The Bill makes subcontractors liable for the same statutory warranties for which builders are liable. Section 18B of the Act will be amended to imply into each contract for residential building work the statutory warranties contained under the Act. A breach of a statutory warranty that is implied into a contract constitutes a breach of that contract.
This change will not apply retrospectively, meaning subcontractors currently working under a subcontract will not have the statutory warranties implied. However, for those who enter into a subcontract after the Bill has been proclaimed, the warranties will be implied.
Where a subcontractor (or a builder, for that matter) breaches a statutory warranty, the amended regime provides a new defence of reasonable reliance on instruction from a relevant professional. Under the new Section 18F, a claim for breach of a statutory warranty may be defended where the defendant proves the deficiencies complained of arose from the defendant’s reasonable reliance on written instructions from a relevant professional acting for the person for whom the work was contracted, and who is independent of the defendant. The section contains associated definitions and interpretive provisions for determining what constitutes a “relevant professional” and “independence” from the defendant.
Deposits – a blanket 10%
The Act currently allows a builder to request a maximum deposit of 10% for a contract where the price is $20,000 or less, and a 5% deposit for a contract where the price is more than $20,000. As considerable costs are often incurred for building materials and equipment prior to work commencing, the Bill has recognised that in some circumstances, a 5% deposit places pressure on builders to wear the costs of capital-intensive projects in their initial stages.
The Bill therefore has increased the 5% deposit payable by an owner to a builder to 10% for residential building contracts over $20,000. This means that under the amended regime, there will be no distinction, for the purpose of calculating deposits, between contracts for work priced either under or over $20,000. This change will only apply to new contracts entered into after the Bill has been proclaimed.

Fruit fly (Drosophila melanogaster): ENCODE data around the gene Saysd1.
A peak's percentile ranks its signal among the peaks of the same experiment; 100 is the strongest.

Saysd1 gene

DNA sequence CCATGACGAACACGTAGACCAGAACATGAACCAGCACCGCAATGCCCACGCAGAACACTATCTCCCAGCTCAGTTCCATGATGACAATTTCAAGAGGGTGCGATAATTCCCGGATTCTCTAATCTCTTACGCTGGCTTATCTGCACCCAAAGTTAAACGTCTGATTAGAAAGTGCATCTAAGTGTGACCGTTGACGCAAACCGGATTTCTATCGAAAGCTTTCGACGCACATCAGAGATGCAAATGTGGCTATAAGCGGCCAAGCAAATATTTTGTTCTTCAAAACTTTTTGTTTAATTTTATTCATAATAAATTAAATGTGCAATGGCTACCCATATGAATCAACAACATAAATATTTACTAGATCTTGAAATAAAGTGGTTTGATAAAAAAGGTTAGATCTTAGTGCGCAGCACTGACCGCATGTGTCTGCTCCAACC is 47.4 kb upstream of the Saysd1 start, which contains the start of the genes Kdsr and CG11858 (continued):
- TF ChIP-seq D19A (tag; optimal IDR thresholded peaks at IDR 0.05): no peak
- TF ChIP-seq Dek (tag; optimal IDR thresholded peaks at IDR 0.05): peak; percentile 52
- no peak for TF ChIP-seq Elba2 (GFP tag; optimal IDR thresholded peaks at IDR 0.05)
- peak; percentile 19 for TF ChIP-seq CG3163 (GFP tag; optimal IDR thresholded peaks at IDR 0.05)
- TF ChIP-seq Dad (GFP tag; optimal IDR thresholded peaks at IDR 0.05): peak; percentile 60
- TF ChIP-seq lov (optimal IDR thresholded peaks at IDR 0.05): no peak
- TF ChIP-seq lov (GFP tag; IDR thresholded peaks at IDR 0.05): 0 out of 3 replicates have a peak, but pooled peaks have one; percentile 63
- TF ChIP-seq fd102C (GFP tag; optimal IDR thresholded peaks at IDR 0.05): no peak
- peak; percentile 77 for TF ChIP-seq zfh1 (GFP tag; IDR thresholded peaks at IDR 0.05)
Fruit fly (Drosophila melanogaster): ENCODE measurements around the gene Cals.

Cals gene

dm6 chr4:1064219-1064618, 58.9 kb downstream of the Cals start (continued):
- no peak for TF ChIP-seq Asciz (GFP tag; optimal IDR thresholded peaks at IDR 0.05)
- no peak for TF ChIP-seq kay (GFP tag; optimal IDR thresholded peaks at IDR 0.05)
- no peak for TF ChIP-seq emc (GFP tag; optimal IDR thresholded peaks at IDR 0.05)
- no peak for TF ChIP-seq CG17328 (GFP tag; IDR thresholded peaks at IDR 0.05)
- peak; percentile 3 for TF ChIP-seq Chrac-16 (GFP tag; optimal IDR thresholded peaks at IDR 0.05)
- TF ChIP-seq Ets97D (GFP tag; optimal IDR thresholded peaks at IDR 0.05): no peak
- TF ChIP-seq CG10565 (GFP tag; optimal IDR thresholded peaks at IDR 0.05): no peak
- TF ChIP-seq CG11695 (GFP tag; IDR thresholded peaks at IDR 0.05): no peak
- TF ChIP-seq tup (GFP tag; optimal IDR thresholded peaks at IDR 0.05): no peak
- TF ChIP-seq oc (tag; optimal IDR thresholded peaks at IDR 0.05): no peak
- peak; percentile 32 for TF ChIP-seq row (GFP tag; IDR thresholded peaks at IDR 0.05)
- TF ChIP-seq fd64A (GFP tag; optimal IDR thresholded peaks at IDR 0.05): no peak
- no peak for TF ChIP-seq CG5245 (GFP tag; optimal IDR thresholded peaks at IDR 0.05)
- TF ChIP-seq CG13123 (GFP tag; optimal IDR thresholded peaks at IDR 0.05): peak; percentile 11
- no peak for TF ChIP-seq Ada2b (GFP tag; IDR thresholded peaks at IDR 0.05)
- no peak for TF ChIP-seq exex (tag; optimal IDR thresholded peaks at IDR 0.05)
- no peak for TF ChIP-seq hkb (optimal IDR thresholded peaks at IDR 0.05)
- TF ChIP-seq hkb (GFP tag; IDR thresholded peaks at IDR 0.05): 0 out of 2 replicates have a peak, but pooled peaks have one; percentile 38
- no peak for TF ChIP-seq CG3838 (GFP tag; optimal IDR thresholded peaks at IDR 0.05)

Completion of buildings in strata schemes
Where residential building work comprises the construction of a building in a strata scheme, practical completion of the building will occur on the date an occupation certificate is issued in respect of that building. Occupation certificates are issued under the Environmental Planning and Assessment Act 1979 at a time where the entire building is safe for occupation and use.
If there is more than one building to be constructed within a strata scheme under a single contract, the date of completion of each building is to be determined as if there was a separate contract for each separate building. Therefore, it is possible for completion of two or more buildings to take place at different times.
The Bill introduces a number of other changes which have not been discussed above. Industry participants who might be affected by the Bill should obtain detailed advice.
The material contained in this publication is comment of a general nature only and is not, nor is it intended to be, legal advice. Neither Speirs Ryan nor any individual author accepts any responsibility whatsoever for any acts or omissions resulting from reliance upon the content of this or any publication. Before acting on the basis of any material contained in this publication, we recommend you consult your professional adviser.